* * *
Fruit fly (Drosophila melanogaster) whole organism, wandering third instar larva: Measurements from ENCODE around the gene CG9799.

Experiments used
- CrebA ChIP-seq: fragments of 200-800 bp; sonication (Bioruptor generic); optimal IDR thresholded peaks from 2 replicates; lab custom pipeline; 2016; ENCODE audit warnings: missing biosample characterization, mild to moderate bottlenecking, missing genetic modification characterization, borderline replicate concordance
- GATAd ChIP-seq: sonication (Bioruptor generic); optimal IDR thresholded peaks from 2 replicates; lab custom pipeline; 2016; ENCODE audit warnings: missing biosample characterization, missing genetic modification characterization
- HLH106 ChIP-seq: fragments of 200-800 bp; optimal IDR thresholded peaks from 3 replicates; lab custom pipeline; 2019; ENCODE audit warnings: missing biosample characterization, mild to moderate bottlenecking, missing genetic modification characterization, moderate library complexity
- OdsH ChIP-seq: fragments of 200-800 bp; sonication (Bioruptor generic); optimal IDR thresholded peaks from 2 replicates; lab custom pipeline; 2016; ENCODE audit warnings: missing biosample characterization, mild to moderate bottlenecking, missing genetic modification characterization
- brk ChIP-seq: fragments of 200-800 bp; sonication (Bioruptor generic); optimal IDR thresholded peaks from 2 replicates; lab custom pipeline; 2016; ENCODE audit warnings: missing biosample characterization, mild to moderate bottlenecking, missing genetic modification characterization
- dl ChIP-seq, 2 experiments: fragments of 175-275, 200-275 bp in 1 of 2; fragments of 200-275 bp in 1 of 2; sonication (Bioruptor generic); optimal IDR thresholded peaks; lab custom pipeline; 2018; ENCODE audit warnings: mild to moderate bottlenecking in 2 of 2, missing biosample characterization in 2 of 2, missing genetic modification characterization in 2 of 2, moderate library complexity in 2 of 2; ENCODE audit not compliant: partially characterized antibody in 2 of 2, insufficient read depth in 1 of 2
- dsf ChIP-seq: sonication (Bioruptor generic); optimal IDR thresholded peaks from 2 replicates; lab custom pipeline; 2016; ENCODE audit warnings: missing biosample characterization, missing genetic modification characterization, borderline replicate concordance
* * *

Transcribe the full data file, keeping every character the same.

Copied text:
Fruit fly (Drosophila melanogaster) whole organism, wandering third instar larva: Measurements from ENCODE around the gene CG9799.

Experiments used
- CrebA ChIP-seq: fragments of 200-800 bp; sonication (Bioruptor generic); optimal IDR thresholded peaks from 2 replicates; lab custom pipeline; 2016; ENCODE audit warnings: missing biosample characterization, mild to moderate bottlenecking, missing genetic modification characterization, borderline replicate concordance
- GATAd ChIP-seq: sonication (Bioruptor generic); optimal IDR thresholded peaks from 2 replicates; lab custom pipeline; 2016; ENCODE audit warnings: missing biosample characterization, missing genetic modification characterization
- HLH106 ChIP-seq: fragments of 200-800 bp; optimal IDR thresholded peaks from 3 replicates; lab custom pipeline; 2019; ENCODE audit warnings: missing biosample characterization, mild to moderate bottlenecking, missing genetic modification characterization, moderate library complexity
- OdsH ChIP-seq: fragments of 200-800 bp; sonication (Bioruptor generic); optimal IDR thresholded peaks from 2 replicates; lab custom pipeline; 2016; ENCODE audit warnings: missing biosample characterization, mild to moderate bottlenecking, missing genetic modification characterization
- brk ChIP-seq: fragments of 200-800 bp; sonication (Bioruptor generic); optimal IDR thresholded peaks from 2 replicates; lab custom pipeline; 2016; ENCODE audit warnings: missing biosample characterization, mild to moderate bottlenecking, missing genetic modification characterization
- dl ChIP-seq, 2 experiments: fragments of 175-275, 200-275 bp in 1 of 2; fragments of 200-275 bp in 1 of 2; sonication (Bioruptor generic); optimal IDR thresholded peaks; lab custom pipeline; 2018; ENCODE audit warnings: mild to moderate bottlenecking in 2 of 2, missing biosample characterization in 2 of 2, missing genetic modification characterization in 2 of 2, moderate library complexity in 2 of 2; ENCODE audit not compliant: partially characterized antibody in 2 of 2, insufficient read depth in 1 of 2
- dsf ChIP-seq: sonication (Bioruptor generic); optimal IDR thresholded peaks from 2 replicates; lab custom pipeline; 2016; ENCODE audit warnings: missing biosample characterization, missing genetic modification characterization, borderline replicate concordance